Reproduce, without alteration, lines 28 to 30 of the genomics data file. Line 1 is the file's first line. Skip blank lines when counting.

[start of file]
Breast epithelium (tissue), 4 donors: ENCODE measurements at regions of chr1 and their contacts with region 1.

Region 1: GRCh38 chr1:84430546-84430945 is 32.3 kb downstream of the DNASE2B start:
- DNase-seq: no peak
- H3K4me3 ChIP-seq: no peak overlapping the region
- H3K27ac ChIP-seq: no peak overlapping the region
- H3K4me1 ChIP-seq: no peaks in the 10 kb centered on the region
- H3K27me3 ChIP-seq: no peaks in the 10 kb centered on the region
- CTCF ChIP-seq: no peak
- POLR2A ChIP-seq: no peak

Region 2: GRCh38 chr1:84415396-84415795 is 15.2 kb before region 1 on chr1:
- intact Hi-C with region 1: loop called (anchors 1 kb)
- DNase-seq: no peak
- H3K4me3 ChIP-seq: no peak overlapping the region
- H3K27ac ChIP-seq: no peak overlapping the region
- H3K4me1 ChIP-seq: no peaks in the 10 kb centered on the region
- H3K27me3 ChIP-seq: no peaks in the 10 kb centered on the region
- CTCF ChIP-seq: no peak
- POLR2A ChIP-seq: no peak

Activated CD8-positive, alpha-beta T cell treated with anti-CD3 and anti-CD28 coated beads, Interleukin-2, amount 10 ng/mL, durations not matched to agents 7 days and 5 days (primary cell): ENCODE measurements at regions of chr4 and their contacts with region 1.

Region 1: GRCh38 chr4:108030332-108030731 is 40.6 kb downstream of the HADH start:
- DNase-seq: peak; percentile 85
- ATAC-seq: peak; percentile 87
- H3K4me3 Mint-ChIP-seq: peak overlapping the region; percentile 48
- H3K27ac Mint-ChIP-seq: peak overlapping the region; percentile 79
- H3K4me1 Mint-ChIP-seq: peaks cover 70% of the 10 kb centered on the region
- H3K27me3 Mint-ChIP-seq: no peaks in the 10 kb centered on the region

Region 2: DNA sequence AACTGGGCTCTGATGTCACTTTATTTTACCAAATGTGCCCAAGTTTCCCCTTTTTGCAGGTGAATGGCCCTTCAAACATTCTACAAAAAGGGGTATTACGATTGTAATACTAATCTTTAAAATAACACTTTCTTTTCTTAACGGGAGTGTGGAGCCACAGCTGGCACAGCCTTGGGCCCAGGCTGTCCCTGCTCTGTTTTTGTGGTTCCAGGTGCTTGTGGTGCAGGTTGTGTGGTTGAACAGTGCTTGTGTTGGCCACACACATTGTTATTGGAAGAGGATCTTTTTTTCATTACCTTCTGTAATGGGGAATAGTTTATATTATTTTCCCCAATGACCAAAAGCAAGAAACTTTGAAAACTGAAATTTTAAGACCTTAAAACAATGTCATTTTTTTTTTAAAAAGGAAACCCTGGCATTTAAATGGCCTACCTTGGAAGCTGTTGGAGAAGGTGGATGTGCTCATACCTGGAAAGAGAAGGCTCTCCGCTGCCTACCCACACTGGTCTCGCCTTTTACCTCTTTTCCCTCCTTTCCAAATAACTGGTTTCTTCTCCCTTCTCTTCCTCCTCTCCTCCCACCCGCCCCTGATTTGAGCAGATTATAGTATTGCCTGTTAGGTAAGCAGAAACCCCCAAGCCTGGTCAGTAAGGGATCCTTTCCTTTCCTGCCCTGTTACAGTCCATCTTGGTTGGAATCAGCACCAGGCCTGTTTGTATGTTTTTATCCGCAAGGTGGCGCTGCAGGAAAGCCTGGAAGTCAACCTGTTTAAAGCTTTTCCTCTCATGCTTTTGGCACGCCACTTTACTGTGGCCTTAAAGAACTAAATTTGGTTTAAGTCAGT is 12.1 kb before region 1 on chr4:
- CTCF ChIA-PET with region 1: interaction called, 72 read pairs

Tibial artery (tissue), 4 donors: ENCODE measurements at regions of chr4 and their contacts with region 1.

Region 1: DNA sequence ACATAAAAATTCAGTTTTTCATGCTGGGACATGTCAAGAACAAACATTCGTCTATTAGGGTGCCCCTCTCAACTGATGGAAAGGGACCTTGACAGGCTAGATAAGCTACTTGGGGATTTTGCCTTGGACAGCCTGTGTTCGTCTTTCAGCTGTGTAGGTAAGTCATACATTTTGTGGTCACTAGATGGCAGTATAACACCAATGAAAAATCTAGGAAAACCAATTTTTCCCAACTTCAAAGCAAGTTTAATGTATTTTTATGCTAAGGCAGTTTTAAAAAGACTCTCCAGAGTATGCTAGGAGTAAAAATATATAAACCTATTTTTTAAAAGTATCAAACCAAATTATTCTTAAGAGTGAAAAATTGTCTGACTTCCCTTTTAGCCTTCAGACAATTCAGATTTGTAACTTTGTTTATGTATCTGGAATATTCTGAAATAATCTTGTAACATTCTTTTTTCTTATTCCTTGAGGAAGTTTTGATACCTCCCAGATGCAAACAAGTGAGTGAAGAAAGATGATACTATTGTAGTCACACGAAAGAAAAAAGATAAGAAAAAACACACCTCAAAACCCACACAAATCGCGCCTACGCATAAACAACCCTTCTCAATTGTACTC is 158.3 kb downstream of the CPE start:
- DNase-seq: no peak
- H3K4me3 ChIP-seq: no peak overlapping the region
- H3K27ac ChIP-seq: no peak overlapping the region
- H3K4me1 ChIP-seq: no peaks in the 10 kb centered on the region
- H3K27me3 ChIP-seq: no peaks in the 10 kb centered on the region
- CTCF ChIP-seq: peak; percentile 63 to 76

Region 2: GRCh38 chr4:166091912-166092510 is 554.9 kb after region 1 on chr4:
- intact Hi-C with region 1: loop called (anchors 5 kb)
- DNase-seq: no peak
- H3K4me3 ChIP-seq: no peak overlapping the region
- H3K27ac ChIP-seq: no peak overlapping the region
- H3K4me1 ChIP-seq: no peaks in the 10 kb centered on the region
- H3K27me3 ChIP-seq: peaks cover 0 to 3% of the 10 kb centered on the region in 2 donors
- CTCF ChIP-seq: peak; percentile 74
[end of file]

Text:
- CTCF ChIA-PET with region 1: interaction called, 72 read pairs

Tibial artery (tissue), 4 donors: ENCODE measurements at regions of chr4 and their contacts with region 1.

Region 1: DNA sequence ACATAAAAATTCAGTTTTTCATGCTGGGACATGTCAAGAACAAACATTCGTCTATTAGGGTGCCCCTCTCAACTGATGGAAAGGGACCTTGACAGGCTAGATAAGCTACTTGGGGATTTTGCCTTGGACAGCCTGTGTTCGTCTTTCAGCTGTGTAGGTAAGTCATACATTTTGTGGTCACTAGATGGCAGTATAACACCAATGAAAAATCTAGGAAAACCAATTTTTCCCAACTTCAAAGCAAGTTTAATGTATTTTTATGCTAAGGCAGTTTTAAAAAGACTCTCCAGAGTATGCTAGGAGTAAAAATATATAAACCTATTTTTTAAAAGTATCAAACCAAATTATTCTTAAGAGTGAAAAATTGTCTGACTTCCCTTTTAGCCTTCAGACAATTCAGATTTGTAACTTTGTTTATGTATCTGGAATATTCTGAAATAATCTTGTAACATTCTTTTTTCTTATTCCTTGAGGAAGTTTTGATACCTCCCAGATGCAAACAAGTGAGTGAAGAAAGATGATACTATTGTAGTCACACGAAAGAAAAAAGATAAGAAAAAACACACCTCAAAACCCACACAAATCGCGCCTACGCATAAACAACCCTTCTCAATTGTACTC is 158.3 kb downstream of the CPE start: